Growing up in Washington State, the Indy 500 wasn't really a big deal. It wasn't until I moved to Indiana five years ago to work for the dairy association that I discovered how big a deal it really is. And it's an even bigger deal for the dairy industry. In fact, I was at the track today and there were cows. No, I wasn't imagining it.
This picture is actually from last year's event, but see, cows! At the track!
Let's take a step back here. Why are there cows affiliated with the Indy 500? We can thank Louis Meyer for that. This Indy 500 legend won his first 500 in 1928 and upon winning his second in 1933, asked for buttermilk after the race. Fast forward to his third win in 1936 when he again wanted buttermilk and was this time photographed drinking this great beverage. This spurred the Milk Foundation to present milk to race winners on and off for the next two decades until Hulman made the Bottle of Milk a permanent Victory Lane tradition. Today, it's sponsored by the American Dairy Association Indiana, the association representing Indiana's 1200 dairy families, and dairy farmers present the milk to the winner.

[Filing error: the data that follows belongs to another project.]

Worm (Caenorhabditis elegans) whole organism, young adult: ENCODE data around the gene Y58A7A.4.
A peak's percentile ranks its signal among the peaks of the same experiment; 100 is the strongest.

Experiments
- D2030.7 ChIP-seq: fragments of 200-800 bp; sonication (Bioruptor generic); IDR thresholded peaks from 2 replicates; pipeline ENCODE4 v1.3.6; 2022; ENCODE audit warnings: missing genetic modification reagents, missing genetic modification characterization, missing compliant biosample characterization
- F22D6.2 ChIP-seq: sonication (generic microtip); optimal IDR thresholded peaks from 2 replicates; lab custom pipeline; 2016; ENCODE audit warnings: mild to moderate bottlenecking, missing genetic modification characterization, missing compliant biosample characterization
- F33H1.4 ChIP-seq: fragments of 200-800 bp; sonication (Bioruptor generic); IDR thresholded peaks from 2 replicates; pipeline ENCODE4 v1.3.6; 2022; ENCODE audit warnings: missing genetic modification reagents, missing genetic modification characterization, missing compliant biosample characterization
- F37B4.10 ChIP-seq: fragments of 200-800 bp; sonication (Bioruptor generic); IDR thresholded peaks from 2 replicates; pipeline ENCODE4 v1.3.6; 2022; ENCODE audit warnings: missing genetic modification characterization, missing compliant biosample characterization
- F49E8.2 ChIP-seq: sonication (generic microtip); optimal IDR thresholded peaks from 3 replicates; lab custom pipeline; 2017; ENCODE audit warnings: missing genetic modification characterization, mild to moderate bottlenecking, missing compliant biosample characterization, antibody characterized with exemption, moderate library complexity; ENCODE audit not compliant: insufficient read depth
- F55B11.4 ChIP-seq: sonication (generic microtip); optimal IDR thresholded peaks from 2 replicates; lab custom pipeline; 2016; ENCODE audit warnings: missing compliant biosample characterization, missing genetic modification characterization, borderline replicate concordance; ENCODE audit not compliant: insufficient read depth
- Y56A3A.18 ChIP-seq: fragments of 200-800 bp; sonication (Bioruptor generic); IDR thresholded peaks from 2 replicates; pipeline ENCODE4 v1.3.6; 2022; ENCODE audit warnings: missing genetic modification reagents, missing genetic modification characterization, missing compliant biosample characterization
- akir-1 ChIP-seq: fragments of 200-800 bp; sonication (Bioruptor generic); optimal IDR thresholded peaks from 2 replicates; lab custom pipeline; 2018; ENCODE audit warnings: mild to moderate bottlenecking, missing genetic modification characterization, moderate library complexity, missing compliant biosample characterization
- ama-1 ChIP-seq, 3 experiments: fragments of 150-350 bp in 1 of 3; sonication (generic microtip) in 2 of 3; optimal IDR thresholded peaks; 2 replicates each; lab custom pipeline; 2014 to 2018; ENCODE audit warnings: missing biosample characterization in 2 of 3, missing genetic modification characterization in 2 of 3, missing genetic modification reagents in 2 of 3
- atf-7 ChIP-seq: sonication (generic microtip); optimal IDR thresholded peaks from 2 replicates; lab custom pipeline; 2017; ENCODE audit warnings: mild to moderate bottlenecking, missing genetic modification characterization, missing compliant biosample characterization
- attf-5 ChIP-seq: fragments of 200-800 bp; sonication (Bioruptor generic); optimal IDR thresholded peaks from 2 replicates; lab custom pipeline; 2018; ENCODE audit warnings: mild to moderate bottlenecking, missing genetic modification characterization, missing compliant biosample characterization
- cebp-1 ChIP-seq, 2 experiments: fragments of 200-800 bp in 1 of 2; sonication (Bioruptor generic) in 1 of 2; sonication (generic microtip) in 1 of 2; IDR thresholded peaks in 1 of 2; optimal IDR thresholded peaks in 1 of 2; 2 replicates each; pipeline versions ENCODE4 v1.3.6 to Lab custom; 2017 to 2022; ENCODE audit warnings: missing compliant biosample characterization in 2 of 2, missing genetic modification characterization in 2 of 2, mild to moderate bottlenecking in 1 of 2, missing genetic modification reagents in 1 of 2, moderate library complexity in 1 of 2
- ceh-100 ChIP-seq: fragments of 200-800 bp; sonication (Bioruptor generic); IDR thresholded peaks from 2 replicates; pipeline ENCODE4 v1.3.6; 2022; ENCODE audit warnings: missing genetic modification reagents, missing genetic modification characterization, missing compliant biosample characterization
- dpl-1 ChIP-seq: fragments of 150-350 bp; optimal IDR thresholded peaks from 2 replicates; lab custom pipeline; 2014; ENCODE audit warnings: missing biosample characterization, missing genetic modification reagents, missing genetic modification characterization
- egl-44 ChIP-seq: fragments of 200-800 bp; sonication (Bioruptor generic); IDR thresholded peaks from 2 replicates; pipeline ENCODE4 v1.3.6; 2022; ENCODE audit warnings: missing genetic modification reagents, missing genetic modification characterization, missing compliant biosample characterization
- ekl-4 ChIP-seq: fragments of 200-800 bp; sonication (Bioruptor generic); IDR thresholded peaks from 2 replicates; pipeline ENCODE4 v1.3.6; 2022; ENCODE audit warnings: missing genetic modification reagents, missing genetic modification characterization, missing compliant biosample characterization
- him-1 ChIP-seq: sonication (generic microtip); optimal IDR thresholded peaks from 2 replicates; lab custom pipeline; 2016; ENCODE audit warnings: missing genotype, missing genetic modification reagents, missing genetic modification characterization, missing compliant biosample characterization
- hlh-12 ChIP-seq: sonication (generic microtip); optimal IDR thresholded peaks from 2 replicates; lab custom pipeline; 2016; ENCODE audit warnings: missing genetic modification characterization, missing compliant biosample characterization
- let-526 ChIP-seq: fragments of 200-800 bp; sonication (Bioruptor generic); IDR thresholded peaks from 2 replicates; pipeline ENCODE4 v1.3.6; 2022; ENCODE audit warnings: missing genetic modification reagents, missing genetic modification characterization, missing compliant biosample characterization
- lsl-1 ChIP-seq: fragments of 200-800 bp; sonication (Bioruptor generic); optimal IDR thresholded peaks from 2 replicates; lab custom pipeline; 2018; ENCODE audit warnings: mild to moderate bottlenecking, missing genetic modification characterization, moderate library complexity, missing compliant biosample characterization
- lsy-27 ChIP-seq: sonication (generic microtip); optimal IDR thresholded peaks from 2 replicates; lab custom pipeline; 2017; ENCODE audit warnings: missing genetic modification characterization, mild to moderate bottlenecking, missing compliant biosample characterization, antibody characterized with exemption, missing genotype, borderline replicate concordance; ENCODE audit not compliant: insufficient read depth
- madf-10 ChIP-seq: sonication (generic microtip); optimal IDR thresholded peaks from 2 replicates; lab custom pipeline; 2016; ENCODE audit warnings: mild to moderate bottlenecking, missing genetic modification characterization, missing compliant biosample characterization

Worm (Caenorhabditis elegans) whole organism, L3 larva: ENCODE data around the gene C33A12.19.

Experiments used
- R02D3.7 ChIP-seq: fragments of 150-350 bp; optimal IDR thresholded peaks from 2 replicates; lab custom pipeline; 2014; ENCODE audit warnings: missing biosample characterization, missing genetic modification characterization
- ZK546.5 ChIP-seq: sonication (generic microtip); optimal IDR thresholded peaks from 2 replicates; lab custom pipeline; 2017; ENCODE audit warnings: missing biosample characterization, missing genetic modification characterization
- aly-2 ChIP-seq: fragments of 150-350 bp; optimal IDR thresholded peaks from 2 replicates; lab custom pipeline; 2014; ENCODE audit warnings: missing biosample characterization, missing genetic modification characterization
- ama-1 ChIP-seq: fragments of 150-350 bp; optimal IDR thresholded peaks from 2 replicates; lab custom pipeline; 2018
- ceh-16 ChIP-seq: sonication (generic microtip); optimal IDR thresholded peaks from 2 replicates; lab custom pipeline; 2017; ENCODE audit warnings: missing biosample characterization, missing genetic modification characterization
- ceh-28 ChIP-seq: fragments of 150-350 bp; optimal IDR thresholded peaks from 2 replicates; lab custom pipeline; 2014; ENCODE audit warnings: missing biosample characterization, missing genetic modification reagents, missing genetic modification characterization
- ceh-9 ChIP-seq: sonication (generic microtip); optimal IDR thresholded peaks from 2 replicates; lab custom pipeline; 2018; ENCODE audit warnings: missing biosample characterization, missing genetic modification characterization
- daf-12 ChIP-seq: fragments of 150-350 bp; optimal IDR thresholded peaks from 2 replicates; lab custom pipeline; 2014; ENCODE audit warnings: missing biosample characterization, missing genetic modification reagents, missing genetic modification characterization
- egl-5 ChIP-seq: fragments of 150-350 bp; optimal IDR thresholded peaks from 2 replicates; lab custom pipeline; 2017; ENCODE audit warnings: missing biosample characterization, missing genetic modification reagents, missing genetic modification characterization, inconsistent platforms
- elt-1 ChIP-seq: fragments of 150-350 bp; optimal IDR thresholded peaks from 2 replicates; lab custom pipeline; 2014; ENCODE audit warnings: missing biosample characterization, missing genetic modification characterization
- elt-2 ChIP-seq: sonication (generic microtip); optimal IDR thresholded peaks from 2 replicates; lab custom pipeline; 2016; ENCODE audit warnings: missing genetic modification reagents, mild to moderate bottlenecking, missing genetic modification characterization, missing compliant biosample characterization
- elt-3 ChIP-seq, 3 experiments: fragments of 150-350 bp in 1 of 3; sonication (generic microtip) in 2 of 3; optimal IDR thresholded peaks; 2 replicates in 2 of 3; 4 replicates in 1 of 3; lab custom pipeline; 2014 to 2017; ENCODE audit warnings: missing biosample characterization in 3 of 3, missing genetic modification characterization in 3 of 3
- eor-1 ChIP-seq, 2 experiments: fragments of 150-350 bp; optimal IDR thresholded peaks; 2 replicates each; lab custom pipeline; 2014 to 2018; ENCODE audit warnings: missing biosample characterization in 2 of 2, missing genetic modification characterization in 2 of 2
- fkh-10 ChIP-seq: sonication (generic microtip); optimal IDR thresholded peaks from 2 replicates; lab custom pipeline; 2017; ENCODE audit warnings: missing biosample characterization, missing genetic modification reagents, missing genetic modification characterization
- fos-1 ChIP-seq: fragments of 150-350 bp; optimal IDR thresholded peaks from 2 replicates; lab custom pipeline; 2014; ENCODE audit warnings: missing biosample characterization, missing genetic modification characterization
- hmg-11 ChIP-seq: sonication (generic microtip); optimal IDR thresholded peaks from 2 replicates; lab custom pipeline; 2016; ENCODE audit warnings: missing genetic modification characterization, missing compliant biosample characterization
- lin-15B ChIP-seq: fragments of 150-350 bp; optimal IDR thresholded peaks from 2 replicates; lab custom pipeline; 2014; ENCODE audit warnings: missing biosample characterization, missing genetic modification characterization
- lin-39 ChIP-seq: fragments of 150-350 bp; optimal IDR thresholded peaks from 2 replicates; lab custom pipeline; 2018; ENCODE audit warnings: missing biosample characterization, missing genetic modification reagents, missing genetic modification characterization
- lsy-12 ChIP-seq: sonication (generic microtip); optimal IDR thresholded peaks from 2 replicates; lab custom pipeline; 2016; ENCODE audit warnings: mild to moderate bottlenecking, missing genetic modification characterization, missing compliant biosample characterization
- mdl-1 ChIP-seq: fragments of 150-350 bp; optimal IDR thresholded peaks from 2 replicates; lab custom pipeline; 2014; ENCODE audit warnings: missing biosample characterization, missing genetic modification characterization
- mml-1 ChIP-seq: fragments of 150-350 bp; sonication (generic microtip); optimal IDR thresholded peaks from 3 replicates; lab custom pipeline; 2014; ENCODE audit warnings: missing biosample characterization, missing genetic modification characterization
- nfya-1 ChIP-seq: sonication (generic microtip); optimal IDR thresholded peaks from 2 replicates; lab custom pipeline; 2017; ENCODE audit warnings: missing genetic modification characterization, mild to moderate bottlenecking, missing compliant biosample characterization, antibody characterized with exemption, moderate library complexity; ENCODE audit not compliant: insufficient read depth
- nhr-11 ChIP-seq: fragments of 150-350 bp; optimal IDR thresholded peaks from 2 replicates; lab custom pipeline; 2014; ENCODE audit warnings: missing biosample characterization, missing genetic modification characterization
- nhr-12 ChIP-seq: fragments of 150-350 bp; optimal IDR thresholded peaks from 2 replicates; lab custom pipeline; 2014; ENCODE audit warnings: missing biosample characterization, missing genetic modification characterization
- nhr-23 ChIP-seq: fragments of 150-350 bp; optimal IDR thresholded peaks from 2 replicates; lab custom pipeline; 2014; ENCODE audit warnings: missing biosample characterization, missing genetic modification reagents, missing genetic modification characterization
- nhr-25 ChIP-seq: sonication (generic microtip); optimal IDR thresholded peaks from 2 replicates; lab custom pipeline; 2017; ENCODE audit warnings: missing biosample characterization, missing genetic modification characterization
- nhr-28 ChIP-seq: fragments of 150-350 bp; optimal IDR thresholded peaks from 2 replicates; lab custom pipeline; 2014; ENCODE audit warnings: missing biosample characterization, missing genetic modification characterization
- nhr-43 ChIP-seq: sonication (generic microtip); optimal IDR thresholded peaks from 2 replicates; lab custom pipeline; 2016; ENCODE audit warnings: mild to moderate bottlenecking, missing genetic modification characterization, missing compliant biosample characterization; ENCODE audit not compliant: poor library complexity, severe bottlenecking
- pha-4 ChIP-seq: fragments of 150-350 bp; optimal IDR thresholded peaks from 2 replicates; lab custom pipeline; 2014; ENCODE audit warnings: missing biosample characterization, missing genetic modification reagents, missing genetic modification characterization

My non-ag friends laugh. Milk? Seriously? Can't they drink something else? Well, Emerson Fittipaldi tried that in 1993 when he asked for orange juice. This was not okay with race fans. Yikes. I would not have wanted to be him. Again, you can't go wrong with nature's perfect food--milk!
I've had the good fortune to get to know many of the dairy farmers on the dairy association board and it's so exciting seeing them check this major privilege off their bucket list.
Janet--this year's Milk Woman--and I at the Fastest Rookie Luncheon
2016 is the 100th running of the race and it's a woman that will meet the winning driver in Victory Circle with the milk. How awesome is that!? Not only that, but she is fantastic. Her family does a great job on their dairy farm. I visited them while working for the dairy association and they are great. Great is a good word to describe most of the dairy families I've met in my life. They remind me much of my own family and the industry is a close-knit community.
To make this year's race even more amazing, Prairie Farms is donating 100,000 milks so that race attendees can toast the end of the race with the driver.
Even if you can't make it to the race, you can still pour yourself an ice cold glass of milk on race day and toast to these talented drivers and also to the lovely folks meeting them at the end of the race. Dairy farmers are the hardest working people I've ever met. It's not an easy life and it builds character. I'll be toasting this amazing industry in addition to the drivers.